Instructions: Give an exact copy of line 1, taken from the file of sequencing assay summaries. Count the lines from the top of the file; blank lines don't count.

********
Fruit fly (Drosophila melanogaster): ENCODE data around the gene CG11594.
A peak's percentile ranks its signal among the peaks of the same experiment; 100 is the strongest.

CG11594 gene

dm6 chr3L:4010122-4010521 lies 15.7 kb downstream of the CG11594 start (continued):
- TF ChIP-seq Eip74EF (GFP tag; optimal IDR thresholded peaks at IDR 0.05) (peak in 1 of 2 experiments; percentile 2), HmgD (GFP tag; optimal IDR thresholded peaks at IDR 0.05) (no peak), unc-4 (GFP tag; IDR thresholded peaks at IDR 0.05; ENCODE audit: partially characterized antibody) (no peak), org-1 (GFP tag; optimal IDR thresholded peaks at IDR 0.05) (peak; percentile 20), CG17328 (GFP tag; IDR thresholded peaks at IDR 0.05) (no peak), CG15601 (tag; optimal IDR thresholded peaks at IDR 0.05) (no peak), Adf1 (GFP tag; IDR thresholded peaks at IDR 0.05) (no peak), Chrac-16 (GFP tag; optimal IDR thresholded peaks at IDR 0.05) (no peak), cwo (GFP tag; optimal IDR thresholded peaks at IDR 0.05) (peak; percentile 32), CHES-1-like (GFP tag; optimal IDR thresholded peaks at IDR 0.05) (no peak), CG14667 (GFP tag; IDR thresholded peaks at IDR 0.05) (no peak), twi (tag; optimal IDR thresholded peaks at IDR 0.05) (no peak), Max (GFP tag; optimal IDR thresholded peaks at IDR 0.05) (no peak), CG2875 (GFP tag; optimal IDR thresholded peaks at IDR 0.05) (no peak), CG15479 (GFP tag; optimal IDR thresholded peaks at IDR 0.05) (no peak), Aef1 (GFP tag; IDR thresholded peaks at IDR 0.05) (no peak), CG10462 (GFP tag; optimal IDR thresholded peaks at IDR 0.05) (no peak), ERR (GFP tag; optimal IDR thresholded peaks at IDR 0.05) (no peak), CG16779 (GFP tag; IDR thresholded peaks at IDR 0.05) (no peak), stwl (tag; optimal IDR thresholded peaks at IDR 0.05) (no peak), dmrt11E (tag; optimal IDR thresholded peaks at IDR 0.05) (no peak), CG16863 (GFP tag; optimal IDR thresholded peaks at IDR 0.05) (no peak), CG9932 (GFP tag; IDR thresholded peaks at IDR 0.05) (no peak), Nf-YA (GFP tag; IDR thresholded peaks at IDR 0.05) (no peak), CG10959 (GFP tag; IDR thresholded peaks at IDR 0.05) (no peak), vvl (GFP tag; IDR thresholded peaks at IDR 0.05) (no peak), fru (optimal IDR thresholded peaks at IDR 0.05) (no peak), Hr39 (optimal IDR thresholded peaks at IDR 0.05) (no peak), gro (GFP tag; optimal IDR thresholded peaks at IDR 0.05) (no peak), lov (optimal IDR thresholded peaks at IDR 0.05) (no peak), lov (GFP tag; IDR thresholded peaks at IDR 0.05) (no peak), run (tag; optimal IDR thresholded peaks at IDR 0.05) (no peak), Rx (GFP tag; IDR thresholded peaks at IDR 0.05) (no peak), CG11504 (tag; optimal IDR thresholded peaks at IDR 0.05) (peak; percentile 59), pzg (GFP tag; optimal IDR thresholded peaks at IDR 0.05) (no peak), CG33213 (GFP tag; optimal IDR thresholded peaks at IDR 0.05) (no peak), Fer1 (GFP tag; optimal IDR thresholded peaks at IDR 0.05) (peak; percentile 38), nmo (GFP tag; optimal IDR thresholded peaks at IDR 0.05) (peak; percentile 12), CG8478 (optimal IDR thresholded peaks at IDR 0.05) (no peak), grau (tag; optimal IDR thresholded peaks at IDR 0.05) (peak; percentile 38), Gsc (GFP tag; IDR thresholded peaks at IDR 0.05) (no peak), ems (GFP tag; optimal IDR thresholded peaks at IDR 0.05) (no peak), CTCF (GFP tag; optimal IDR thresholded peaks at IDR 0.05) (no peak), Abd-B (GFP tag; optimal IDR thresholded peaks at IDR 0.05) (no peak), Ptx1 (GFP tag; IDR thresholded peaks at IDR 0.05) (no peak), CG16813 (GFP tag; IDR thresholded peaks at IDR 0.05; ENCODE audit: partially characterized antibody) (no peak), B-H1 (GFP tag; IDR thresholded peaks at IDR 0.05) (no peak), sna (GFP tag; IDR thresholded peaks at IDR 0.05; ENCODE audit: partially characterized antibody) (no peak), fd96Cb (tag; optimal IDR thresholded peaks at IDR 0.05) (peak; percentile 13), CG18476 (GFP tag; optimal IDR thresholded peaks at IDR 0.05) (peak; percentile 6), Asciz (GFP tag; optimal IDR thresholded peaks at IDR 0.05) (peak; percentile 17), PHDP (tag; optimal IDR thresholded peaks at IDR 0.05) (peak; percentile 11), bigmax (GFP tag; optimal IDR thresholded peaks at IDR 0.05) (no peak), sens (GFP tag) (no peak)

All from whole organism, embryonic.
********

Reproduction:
Fruit fly (Drosophila melanogaster): ENCODE data around the gene CG11594.